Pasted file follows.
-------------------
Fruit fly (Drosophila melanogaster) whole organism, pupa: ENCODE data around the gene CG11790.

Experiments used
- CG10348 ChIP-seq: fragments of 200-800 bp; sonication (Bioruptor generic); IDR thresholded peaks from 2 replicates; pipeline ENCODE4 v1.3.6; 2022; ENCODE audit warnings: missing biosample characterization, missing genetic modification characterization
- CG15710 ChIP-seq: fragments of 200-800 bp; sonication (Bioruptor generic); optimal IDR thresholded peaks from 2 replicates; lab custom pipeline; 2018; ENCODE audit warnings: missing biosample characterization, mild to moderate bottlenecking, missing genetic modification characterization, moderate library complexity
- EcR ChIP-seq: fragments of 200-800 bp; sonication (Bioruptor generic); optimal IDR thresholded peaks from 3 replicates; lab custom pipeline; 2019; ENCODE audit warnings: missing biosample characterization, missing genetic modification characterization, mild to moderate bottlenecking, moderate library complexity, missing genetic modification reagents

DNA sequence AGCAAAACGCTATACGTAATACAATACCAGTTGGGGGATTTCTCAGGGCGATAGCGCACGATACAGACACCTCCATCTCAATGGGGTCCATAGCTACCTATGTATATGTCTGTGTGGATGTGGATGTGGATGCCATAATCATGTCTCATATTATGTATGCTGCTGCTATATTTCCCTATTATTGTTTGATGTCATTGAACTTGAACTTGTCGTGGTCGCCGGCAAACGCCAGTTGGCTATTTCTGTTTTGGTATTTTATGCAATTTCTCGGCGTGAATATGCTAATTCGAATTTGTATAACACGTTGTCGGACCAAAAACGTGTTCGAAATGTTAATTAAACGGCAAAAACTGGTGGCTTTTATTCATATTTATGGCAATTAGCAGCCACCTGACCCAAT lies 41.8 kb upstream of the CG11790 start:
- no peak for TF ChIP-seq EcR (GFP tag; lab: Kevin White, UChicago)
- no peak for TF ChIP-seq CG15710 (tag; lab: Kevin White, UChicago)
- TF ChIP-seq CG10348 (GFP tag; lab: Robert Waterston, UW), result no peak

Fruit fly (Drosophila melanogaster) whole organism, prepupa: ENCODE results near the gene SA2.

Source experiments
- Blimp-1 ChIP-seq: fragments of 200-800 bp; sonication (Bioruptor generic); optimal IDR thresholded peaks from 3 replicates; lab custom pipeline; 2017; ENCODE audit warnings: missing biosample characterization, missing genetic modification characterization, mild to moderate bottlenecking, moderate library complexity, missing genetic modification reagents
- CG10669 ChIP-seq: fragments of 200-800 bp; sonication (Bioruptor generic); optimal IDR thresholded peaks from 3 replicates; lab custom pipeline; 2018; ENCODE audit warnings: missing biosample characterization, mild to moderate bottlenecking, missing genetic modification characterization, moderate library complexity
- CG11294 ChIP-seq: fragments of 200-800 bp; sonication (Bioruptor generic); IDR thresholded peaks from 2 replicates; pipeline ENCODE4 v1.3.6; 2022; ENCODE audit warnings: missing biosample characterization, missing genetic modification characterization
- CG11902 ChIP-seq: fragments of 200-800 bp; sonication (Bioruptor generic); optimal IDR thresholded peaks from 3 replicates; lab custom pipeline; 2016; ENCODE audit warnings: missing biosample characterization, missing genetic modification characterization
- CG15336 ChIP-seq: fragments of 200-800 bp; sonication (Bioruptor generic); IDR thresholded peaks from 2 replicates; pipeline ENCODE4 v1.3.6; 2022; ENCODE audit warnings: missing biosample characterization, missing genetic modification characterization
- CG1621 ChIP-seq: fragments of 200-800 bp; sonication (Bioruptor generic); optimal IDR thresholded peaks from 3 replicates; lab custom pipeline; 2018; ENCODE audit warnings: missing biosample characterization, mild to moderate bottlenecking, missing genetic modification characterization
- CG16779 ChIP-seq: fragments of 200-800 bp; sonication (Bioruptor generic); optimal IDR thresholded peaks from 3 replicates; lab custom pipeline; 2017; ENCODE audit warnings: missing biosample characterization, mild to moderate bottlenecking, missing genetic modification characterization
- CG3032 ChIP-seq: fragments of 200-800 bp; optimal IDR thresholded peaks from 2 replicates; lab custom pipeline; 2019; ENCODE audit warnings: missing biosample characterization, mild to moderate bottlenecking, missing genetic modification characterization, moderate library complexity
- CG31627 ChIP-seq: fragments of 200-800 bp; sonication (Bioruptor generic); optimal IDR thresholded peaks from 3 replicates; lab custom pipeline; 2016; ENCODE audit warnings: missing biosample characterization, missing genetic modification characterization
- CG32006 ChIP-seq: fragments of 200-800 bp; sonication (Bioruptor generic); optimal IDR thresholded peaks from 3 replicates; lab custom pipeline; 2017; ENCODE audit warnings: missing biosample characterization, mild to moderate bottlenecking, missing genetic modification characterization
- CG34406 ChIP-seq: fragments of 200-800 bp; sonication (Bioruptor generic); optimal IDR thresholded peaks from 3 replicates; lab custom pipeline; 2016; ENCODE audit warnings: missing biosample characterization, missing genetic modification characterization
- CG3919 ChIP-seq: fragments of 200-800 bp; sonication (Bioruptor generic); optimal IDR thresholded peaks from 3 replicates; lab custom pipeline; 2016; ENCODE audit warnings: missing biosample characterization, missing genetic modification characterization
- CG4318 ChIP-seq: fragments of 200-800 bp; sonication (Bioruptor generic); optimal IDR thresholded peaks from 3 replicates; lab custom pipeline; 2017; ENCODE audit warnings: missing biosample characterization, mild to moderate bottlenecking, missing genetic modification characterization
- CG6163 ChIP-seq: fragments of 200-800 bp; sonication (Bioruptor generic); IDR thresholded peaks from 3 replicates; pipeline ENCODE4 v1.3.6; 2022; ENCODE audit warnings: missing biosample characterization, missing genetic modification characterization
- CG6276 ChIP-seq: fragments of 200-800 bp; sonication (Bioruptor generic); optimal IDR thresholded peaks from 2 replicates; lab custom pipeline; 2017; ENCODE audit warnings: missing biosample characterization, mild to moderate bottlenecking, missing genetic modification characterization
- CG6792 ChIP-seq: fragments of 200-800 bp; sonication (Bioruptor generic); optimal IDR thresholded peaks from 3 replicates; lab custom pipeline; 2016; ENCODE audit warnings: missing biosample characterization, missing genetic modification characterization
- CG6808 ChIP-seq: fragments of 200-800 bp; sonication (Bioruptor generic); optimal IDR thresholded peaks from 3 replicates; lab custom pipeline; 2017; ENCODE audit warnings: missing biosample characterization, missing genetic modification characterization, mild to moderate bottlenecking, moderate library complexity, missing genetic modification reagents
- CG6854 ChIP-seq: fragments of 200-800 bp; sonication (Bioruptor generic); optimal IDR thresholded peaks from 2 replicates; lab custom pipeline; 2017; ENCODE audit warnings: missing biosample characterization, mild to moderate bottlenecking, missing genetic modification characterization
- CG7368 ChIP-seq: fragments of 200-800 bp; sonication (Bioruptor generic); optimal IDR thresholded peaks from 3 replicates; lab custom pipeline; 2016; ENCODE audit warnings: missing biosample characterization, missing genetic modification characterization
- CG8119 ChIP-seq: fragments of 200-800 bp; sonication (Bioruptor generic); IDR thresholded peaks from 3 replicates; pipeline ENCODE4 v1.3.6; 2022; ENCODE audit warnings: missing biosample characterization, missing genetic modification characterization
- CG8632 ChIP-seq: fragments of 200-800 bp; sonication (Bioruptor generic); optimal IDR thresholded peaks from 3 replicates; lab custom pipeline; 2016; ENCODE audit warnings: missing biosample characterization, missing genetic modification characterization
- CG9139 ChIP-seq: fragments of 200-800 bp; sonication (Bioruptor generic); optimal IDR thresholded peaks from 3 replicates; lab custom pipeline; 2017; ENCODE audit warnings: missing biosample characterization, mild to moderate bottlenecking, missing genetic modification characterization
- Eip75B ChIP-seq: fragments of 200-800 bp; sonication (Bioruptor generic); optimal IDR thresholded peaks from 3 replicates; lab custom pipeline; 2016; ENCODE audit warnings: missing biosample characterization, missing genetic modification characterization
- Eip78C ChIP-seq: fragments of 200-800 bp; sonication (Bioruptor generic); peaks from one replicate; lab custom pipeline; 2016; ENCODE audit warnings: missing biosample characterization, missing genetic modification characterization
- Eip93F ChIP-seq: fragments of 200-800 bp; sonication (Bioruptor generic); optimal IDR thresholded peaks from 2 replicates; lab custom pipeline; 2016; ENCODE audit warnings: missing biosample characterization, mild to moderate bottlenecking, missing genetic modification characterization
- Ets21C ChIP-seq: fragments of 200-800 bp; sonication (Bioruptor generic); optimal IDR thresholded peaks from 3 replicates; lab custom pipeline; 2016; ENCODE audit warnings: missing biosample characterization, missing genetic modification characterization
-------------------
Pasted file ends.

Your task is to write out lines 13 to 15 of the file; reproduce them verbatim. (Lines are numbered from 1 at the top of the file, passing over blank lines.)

- CG10669 ChIP-seq: fragments of 200-800 bp; sonication (Bioruptor generic); optimal IDR thresholded peaks from 3 replicates; lab custom pipeline; 2018; ENCODE audit warnings: missing biosample characterization, mild to moderate bottlenecking, missing genetic modification characterization, moderate library complexity
- CG11294 ChIP-seq: fragments of 200-800 bp; sonication (Bioruptor generic); IDR thresholded peaks from 2 replicates; pipeline ENCODE4 v1.3.6; 2022; ENCODE audit warnings: missing biosample characterization, missing genetic modification characterization
- CG11902 ChIP-seq: fragments of 200-800 bp; sonication (Bioruptor generic); optimal IDR thresholded peaks from 3 replicates; lab custom pipeline; 2016; ENCODE audit warnings: missing biosample characterization, missing genetic modification characterization